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Projects within the Advancing Research Quality and Value objective

The Berlin University Alliance pursues and supports projects and activities that further develop existing scientific expertise on relevant aspects of scientific performance, research quality and their assessment. The funded projects conduct research on the topics of research quality and open science, design good practice models – taking into account disciplinary differences – and implement experimentally relevant procedures and processes in the facilities of the BUA partner institutions.


As part of the Advancing Research Quality and Value priority area, BUA awards incoming and outgoing fellowships. The aim of the program is to support measures and projects on research quality and open science as well as to facilitate research collaborations and knowledge exchange.

Further information

New BUA projects strengthen quality and transparency in research

The Objective 3 - Advancing Research Quality and Value of the Berlin University Alliance is funding three new projects as part of its "Implementation Projects" call. The projects will start their work by January 2024 at the latest.

What are the hallmarks of high-quality research? How can Open Science practices be consistently integrated into everyday research? Which mechanisms can be identified at BUA to improve the transparency and quality of research through concrete measures?

The funded projects are:
  • Closing the Gap in Non-Latin-Script Data

Project lead: Prof. Dr. Beatrice Gründler (Freie Universität Berlin), Jonas Müller-Laackman (Staats- und Universitätsbibliothek Hamburg Carl von Ossietzky).

The project pursues three overarching goals, which include community building and the development and dissemination of best practices for the digital humanities. To this end, exemplary workflows for Open Science practices in Digital Humanities projects are being developed. Last but not least, the project seeks to contribute to the development of suitable infrastructures and research data management for Non-Latin Script sources and to develop approaches to overcoming existing technical and project-organizational obstacles. It thus makes a significant contribution to the promotion of digital humanities and the so-called "small subjects" at the BUA and beyond.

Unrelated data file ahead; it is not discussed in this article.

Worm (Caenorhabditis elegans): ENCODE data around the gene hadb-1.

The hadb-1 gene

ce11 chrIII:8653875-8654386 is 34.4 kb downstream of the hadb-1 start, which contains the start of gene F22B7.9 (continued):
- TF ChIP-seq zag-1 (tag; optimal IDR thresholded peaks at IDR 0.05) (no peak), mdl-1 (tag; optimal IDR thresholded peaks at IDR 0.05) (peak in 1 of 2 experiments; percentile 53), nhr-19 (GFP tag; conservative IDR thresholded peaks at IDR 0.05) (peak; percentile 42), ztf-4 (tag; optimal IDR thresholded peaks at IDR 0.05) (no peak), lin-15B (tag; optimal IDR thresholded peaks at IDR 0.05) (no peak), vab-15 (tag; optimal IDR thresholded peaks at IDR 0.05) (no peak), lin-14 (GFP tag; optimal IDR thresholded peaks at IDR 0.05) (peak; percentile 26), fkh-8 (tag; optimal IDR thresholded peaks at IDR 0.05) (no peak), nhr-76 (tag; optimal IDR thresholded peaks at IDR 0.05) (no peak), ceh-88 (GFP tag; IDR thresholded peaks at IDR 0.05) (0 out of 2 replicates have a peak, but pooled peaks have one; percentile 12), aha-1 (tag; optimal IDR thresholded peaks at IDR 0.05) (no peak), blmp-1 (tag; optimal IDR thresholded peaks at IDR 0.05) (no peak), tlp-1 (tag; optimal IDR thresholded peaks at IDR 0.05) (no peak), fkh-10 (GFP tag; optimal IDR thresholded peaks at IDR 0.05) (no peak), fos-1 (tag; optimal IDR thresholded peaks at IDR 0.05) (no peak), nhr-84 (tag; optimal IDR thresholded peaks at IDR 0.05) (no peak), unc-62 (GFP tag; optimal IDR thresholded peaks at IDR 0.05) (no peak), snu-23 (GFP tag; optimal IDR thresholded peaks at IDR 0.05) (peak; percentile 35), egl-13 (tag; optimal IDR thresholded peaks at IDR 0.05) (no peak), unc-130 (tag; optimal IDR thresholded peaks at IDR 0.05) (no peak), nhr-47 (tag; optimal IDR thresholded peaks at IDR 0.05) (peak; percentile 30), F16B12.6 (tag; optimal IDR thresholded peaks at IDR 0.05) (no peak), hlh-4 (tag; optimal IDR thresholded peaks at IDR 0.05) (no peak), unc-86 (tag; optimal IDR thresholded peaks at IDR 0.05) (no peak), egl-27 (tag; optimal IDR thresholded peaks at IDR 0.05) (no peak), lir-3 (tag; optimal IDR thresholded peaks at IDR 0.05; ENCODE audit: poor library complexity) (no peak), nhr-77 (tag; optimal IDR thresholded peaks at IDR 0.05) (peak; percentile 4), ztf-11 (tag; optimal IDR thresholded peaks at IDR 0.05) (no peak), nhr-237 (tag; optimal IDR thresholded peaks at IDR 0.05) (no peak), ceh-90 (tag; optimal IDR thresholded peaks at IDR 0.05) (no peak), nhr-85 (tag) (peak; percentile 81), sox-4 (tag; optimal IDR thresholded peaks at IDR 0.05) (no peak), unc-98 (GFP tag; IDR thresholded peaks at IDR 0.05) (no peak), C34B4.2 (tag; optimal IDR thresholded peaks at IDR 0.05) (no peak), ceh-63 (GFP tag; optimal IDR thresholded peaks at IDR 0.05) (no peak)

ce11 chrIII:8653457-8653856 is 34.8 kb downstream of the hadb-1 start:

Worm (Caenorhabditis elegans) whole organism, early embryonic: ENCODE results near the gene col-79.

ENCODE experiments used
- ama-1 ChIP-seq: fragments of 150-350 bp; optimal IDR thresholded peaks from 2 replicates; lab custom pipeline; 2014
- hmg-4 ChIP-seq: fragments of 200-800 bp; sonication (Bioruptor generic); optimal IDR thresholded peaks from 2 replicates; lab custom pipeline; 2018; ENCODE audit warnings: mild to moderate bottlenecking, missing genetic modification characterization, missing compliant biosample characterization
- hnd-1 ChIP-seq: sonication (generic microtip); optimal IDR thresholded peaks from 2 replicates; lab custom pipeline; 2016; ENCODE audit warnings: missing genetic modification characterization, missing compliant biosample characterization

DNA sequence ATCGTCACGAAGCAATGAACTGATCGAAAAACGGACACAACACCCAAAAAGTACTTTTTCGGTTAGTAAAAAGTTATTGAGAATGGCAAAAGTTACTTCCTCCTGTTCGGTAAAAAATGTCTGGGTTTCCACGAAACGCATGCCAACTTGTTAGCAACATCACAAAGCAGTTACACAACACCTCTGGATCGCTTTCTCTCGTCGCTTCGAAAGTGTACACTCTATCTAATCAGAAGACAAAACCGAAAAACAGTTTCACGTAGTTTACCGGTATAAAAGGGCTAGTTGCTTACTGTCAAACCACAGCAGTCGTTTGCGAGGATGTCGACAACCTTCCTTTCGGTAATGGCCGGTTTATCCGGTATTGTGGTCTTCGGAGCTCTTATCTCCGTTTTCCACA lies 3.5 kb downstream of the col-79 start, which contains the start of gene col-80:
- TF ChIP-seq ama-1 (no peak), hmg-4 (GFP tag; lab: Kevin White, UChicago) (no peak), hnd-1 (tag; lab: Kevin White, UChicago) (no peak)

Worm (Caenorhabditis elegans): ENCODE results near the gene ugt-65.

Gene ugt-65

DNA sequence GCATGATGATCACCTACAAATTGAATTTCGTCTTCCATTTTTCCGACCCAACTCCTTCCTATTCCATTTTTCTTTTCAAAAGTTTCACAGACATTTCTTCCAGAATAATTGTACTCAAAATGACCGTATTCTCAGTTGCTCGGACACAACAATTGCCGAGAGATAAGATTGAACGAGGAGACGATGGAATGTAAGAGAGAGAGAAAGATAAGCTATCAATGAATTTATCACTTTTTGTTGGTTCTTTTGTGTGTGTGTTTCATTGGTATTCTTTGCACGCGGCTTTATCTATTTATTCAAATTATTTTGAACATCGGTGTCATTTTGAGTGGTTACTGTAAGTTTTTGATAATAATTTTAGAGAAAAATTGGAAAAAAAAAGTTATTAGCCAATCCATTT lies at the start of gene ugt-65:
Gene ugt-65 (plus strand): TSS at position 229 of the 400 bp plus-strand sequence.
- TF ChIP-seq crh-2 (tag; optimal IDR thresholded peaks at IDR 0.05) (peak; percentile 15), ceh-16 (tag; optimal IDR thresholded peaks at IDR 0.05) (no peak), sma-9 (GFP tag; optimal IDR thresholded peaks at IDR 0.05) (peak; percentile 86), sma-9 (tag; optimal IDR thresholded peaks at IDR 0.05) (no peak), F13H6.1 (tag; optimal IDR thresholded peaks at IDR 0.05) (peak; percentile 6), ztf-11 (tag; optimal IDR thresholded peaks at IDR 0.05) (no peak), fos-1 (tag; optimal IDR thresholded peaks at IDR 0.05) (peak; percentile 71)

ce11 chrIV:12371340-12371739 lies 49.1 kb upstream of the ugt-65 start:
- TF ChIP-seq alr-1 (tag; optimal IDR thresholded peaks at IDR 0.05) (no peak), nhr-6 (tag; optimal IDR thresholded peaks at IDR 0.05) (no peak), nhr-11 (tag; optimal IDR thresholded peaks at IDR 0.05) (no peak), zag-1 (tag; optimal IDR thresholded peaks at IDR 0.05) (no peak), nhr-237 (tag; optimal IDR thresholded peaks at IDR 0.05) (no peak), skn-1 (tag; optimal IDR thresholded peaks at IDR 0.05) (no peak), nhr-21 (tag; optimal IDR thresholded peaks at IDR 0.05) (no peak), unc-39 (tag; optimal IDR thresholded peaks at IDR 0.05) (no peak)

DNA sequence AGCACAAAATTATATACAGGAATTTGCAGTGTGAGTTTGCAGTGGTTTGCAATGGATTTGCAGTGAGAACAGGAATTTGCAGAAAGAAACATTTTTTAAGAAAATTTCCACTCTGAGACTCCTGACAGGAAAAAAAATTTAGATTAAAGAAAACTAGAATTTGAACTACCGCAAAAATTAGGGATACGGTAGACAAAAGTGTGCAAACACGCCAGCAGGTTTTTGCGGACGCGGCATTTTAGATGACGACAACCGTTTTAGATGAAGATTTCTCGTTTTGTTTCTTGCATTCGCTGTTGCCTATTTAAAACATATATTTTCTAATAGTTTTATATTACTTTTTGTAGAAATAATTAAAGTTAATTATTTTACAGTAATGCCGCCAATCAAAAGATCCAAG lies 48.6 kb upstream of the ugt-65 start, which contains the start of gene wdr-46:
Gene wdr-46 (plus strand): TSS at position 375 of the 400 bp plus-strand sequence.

• Open.Make II

Project lead: Prof. Tim Landgraf (Freie Universität Berlin), Prof. Matthew Larkum (Humboldt-Universität zu Berlin), Prof. Roland Jochem (Technische Universität Berlin), Prof. Petra Ritter (Charité – Universitätsmedizin Berlin).

The project aims to build a community of (open) research hardware developers within the BUA, embedded in the international open hardware landscape. This community aims to develop new standards and tools for the documentation, evaluation and publication of open hardware and to provide a system for publishing hardware. The overriding goal of the project is the establishment of a competence center for open hardware at BUA, which will build up long-term expertise in the field of open hardware and make BUA an internationally visible partner in the field of open science and open hardware.

  • BUA Open Science Magnifiers

Project lead: Dr. Evgeny Bobrov (Charité – Universitätsmedizin Berlin), Dr. Maxi Kindling (Freie Universität Berlin)

The project collects key figures and individual positive examples of Open Science practices from various research areas of the BUA institutions. Building on experiences from the previous project "BUA Open Science Dashboards", the implementation project aims to develop monitoring and indicators for different communities and to visualize them in dashboards. In addition, positive examples should be visualized and disseminated, e.g. in the form of a network graph of citizen science projects. The specific knowledge about the various research communities is generated from the cooperation with the Berlin Science Survey, the results of which are also presented interactively in the form of a dashboard. The project should enable discipline-sensitive monitoring in the BUA area and develop into an internationally visible example of the implementation and usefulness of open science monitoring.